Blog Post 10

Teaching history can vary throughout the world. In some places it is more focused on the experience and the skills acquired through learning history. In other places it is more focused on knowing the material and the history of the nation. Much of the United States curriculum focuses on knowing the history of the nation. The goal is for the students to know the story, know what happened, and why it happened. Young Americans often times have a lot of exposure to historical things. They learn from a young age about Columbus and the Presidents because there are holidays for those people. Children begin learning historical facts from the holidays that are celebrated and from the television shows that they watch. There are many television shows with historical backgrounds that are geared towards young children, like Liberty’s Kids. I think in the United States, a big goal is to get children exposed to history as early as possible.

Liberty's kids Wiki | Fandom
Source: https://libertyskids.fandom.com/wiki/Main_Page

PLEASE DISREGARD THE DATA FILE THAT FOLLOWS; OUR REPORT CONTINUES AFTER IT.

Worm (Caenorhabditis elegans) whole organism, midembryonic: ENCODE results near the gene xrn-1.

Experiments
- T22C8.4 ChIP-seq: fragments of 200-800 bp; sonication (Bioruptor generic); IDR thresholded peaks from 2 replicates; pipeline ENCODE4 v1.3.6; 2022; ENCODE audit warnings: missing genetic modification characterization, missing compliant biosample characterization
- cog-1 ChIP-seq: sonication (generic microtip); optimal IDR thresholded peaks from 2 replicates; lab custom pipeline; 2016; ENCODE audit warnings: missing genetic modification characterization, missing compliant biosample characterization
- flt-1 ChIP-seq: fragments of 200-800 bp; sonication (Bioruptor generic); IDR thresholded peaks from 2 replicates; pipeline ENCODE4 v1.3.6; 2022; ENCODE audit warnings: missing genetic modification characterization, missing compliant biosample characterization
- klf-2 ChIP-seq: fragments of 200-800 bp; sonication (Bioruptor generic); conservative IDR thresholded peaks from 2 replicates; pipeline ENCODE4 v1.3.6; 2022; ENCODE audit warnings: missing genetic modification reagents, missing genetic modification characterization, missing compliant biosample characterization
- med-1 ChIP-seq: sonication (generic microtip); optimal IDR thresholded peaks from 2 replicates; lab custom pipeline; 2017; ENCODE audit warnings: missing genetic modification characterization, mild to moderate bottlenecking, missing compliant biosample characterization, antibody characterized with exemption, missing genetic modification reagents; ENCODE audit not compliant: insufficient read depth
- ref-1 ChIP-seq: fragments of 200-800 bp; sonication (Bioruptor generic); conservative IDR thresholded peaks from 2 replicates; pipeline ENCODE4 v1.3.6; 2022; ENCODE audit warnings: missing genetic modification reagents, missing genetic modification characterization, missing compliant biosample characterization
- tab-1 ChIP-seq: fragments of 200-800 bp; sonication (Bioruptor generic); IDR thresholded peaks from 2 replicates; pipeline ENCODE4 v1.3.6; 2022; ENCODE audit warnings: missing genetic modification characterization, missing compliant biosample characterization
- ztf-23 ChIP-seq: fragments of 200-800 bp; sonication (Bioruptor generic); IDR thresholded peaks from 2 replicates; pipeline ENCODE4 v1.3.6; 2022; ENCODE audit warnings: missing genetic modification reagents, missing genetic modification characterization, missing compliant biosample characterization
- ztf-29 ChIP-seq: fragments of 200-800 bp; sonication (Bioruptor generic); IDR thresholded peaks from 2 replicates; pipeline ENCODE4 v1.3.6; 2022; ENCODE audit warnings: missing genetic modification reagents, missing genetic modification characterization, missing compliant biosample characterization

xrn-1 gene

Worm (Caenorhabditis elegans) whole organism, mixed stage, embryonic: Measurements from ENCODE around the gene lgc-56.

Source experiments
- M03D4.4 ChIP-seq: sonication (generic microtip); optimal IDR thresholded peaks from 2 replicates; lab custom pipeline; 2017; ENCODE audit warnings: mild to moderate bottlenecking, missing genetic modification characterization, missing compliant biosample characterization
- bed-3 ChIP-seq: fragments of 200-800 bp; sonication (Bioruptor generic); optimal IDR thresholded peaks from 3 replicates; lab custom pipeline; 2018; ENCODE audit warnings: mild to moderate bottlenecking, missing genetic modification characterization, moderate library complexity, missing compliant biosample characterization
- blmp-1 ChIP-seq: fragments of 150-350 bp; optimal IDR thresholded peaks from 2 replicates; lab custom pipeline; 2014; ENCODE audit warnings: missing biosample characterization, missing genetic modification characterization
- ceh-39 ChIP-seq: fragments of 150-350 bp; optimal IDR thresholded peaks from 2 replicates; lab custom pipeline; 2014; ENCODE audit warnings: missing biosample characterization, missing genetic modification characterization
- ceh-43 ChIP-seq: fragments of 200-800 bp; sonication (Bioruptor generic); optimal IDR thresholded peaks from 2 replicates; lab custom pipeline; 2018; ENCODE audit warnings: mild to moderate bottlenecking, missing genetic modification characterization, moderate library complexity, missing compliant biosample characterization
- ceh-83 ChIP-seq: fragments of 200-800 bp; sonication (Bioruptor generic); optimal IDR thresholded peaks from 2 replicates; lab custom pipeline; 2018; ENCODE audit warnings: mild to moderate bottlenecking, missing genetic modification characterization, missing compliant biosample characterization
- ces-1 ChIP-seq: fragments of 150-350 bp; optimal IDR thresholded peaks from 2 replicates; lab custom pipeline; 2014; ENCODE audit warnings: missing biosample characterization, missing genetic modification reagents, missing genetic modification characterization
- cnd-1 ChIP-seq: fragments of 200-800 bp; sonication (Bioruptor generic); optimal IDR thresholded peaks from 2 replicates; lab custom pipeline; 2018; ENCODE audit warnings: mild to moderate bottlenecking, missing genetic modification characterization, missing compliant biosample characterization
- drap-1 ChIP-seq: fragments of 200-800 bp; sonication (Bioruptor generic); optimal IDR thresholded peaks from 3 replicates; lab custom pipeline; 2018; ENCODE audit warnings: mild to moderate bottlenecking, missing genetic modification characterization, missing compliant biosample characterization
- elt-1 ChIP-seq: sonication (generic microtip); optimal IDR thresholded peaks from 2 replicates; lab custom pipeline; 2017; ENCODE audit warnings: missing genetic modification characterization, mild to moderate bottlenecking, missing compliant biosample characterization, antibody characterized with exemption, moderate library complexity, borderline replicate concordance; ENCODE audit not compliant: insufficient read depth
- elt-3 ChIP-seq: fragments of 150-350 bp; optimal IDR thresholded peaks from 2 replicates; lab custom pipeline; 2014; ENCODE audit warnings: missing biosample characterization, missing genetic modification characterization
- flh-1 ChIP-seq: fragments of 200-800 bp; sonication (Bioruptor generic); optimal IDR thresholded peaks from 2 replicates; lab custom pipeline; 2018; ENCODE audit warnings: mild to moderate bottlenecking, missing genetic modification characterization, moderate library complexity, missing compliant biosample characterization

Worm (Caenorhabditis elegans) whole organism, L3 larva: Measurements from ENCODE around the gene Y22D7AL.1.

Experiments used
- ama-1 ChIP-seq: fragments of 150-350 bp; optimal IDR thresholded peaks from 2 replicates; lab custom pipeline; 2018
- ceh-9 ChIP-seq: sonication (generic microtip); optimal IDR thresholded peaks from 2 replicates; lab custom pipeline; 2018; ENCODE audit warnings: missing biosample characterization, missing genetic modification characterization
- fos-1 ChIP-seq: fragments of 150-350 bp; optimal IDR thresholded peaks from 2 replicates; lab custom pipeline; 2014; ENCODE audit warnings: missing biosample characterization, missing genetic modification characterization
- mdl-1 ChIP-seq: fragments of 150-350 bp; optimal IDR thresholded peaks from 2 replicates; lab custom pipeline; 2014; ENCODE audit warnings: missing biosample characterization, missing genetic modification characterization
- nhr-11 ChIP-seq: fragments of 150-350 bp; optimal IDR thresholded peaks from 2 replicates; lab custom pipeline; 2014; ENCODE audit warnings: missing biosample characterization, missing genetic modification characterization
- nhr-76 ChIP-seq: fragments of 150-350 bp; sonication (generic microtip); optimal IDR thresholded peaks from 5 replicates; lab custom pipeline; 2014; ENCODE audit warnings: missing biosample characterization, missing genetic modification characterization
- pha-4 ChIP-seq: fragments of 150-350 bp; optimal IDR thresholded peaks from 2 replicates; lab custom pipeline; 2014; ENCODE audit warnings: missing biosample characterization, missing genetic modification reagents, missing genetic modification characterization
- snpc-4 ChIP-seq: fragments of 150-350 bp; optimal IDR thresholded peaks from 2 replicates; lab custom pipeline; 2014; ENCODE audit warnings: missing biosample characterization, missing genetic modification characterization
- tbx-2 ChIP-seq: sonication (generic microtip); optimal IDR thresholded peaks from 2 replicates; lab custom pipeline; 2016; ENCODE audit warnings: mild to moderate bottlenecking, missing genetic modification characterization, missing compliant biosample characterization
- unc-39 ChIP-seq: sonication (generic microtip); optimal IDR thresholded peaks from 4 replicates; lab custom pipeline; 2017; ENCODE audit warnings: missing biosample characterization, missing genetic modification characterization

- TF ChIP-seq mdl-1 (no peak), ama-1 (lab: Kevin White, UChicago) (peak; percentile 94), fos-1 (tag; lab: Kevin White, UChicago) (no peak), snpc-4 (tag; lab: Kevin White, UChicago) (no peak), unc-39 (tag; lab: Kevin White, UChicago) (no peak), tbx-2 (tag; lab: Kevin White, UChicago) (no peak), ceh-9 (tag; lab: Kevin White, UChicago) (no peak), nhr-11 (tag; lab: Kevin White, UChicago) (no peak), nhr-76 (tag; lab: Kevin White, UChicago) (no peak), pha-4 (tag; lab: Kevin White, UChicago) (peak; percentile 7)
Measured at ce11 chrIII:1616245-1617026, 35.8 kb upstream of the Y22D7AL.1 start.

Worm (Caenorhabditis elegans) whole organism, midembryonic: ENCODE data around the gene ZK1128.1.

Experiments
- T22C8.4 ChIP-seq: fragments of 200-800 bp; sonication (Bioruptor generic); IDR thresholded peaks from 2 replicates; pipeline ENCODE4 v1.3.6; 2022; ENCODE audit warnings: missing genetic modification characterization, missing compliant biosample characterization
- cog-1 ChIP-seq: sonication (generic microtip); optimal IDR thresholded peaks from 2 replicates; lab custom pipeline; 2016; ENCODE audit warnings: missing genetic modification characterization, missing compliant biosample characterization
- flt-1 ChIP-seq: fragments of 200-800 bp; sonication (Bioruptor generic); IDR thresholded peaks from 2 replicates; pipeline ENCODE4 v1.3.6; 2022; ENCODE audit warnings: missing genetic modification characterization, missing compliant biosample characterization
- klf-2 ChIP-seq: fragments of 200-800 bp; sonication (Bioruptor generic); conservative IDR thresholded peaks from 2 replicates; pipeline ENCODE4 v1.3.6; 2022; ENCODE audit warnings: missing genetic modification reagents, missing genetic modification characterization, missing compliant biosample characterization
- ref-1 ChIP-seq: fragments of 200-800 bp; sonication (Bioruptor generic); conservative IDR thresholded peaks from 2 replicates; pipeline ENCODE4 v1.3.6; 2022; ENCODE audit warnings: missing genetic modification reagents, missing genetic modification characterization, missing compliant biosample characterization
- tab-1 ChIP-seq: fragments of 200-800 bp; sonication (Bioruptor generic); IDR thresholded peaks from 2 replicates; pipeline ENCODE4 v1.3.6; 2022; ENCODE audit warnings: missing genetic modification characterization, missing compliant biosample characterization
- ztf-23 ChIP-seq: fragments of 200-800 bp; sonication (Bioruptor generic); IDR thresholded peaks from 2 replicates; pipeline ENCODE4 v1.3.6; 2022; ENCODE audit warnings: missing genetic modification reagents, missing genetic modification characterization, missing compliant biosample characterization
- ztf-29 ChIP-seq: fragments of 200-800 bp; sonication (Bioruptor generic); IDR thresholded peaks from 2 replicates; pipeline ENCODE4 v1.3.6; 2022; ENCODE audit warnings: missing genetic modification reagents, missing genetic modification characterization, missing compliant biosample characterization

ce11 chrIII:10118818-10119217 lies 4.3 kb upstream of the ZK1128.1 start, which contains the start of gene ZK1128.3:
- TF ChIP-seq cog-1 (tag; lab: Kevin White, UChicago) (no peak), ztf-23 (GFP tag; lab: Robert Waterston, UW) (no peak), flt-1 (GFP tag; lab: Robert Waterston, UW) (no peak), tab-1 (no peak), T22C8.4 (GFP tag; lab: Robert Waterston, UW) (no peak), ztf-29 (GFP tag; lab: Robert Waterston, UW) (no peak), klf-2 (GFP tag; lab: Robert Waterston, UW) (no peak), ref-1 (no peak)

However, this sometimes does not always work. Sometimes it can cause children to become too overwhelmed with information that they, in turn, start to not like the subject. I think the best way to get children interested in history is to expose them young, but not expose them too much. There has to be a sense of wonder that the children need to satisfy and if facts are constantly being thrown at them that sense of wonder is going to go away. In other countries, the history curriculum focuses more on the experience of history. They involve historical evidence and utilize that in the interpretation of history. This is not to say that the United States does not do that, because they do, it is just at a lesser scale.

United States History: What Is Important To Know And Why? | HuffPost
Source: https://www.huffpost.com/entry/united-states-history-what-is-important-to-know-and_b_5954a47de4b0326c0a8d0dda

In other countries, history seems a lot more personal than it is in the United States. They utilize things the kids may have in their homes or from their relatives to help teach them about history. In the United States, this is not really the norm. The curriculum does not involve a lot of personal connections, which I think with that sort of connection, students will be more interested in learning more about the history of their country. Making things personal almost always gets students engaged and interested in a subject, so I think it would be a really good idea to teach history with more personal connections.

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